If we’re looking for Barcelona’s B-side, Poblenou is the place to visit. Technology and communication companies share spaces with artist studios in industrial buildings with history. Also known as the catalan Manchester in the nineteenth century, Poblenou was originally filled with swamps that enabled a massive industrial growth, with the creation of many textile factories such as Can Felipa or Ca l’Aranyó. After the factories closed between the forties and sixties, it became a new residential and financial district that was given a big boost in 1992 with the creation of the 22@ project, that created the collage that we can find there nowadays.
One of the most beautiful and popular buildings left from the industrial era is Can Felipa, built in 1855 as a textile factory originally owned by Felipe Ferrando (hence the name “Felipa”). After the textile crisis forced the factory to shut down, it became a Community Centre thanks to the will of locals that pressured the council in to creating this space. Nowadays it has become a multidisciplinary project to create, propose or take part in visual and stage arts.
After the cemetery of Montjuïc, it is probably one of the most important cemeteries when it comes to artistic value. It was rebuilt in 1775 after Napoleonic troops destroyed its predecessor to become the last resting place of famous Catalan artists such as Josep Anselm Clavé or Serafí Pitarra. One of the most famous sculptures in the cemetery is “El Petó de la Mort”, which would be translated as “The Kiss of Death”. Built by Jaume Barba in 1930, it is said that this statue was the inspiration for Ingmar Bergman’s “The Seventh Seal”.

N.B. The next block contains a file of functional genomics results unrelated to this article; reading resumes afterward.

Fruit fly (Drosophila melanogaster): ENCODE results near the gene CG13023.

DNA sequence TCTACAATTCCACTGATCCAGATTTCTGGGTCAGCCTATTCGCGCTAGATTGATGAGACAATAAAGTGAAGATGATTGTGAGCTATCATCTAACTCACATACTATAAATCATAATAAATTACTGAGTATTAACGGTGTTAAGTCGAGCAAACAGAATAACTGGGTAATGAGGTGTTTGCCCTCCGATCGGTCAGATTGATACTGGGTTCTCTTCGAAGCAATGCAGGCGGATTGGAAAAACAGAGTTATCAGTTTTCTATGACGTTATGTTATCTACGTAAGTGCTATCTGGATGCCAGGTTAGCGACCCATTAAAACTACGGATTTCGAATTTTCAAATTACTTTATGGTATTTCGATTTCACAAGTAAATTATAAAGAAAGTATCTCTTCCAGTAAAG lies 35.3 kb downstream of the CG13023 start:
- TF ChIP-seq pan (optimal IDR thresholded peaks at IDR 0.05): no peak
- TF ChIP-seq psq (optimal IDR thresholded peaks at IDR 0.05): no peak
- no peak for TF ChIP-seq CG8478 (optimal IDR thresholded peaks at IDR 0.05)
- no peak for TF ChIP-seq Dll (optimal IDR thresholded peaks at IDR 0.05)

All kinds of bars, restaurants and pubs fill Poblenou. Most of the terraces and restaurants are concentrated in Rambla del Poblenou, a residential street with beautiful modernist buildings. There, we’ll find great restaurants such as Can Recasens, located in a site built by one of Domenech i Montaner’s desciples. If you’re looking for a quick bite, another place to go is the Carrot Café, a simple but stylish place where we can devour what are allegedly the best sandwiches in Barcelona. Late at night, bars and taverns pop up where at day there were only metal doors with graffiti. One of the most popular taverns is l’Ovella Negra, a massive bar filled with long wooden tables and big pints of beer. Really close to l’Ovella is one of the most famous discos in Barcelona, Razzmatazz; with five different dance floors and some of the best Djs in the city. Plus, if you’re lucky you might get to watch a live concert .
The “Parc del Centre de Poblenou” is a beautiful creation by Jean Nouvel, who created a wonderful wall of plants that hides this Park filled with Mediterranean flora. The meeting point of the Sardana Square makes a great spot for children, as they can play in cool huts while adults can relax on the benches and contemplate wonderful willows, vines and flowers that entwine with Nouvel’s gaudinian creation.
Metro: L1 Marina or Glóries L5 Bogatell,Llacuna or Poblenou Tram: T4 Auditori, Glóries, Ca l’Aranyó, Pere IV, Fluvià, Selva de Mar Bus: L26, L6, L192